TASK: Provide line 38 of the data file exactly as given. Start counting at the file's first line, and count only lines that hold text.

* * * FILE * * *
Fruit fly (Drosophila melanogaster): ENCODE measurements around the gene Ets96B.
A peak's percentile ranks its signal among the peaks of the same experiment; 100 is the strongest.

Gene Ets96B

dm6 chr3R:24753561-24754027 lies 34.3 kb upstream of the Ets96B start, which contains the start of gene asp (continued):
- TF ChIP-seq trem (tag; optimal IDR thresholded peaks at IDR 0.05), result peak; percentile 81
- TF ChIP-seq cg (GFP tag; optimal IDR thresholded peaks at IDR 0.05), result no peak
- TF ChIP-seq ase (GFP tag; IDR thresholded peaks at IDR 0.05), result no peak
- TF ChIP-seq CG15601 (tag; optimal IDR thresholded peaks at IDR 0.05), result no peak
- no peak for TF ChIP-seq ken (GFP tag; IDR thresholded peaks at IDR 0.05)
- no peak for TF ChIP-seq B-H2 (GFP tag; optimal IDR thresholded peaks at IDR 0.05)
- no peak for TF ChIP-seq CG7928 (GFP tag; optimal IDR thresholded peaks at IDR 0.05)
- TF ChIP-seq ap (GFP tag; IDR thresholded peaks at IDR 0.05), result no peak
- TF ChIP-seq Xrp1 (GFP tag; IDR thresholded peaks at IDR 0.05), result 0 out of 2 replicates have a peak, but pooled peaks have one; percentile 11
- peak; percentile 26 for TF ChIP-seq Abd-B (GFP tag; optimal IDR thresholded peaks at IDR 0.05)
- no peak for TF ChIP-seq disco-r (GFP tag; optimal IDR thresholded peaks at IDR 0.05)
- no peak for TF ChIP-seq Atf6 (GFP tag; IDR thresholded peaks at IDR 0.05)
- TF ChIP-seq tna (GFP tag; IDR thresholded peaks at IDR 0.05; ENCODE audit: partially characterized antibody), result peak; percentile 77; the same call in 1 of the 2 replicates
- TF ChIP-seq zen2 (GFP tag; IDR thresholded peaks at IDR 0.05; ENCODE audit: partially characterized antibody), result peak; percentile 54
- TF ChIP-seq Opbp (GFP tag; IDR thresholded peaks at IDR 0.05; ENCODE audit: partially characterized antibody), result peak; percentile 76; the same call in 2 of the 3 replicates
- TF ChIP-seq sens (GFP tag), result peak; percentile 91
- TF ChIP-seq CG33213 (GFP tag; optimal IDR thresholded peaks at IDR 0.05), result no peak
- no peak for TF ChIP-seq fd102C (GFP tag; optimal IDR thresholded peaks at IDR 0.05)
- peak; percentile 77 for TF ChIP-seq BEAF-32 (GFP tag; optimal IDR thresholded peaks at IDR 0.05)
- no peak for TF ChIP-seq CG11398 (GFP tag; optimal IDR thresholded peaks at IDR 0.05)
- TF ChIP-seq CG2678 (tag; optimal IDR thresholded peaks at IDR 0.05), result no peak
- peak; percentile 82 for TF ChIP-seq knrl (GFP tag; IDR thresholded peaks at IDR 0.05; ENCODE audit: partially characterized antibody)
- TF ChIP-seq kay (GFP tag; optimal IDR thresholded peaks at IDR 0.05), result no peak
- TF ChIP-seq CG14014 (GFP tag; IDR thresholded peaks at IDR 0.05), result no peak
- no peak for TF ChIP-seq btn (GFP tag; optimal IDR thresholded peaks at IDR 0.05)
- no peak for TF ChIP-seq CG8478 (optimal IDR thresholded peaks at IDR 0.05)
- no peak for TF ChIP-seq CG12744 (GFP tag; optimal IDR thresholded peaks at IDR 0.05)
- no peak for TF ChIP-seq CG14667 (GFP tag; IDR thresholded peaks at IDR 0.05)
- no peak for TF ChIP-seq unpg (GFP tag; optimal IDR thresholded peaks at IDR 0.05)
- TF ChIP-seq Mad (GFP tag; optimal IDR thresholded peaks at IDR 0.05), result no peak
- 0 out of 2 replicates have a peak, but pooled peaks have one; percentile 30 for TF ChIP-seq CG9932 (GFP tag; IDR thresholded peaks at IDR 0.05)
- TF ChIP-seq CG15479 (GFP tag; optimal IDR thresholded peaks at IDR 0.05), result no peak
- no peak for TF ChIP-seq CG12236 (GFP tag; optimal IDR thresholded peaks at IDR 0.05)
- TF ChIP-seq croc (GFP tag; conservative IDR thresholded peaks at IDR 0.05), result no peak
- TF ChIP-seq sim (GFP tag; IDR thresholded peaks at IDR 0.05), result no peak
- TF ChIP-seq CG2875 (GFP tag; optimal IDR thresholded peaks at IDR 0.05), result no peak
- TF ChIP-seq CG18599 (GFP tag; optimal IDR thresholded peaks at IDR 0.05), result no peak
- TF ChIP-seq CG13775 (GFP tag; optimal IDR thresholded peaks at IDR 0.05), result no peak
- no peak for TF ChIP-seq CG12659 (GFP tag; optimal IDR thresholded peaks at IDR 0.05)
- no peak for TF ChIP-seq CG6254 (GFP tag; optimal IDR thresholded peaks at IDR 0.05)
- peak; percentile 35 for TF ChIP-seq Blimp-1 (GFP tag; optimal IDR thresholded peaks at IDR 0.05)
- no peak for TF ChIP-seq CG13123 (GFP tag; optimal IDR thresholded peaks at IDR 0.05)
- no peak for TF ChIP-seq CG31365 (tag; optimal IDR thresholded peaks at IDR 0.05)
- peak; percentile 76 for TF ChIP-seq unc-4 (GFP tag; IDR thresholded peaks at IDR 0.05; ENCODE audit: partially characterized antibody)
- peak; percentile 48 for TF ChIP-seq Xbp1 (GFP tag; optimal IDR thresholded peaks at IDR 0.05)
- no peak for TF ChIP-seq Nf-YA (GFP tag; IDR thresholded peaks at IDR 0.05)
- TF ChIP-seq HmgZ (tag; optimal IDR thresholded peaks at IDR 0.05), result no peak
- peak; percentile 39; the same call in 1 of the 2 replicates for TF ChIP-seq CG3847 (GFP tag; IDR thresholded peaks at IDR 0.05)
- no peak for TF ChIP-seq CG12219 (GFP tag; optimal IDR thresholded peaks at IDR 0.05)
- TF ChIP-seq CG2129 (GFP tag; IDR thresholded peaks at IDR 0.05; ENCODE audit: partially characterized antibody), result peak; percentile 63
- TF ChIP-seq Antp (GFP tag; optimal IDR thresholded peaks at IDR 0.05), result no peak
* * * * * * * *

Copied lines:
- TF ChIP-seq croc (GFP tag; conservative IDR thresholded peaks at IDR 0.05), result no peak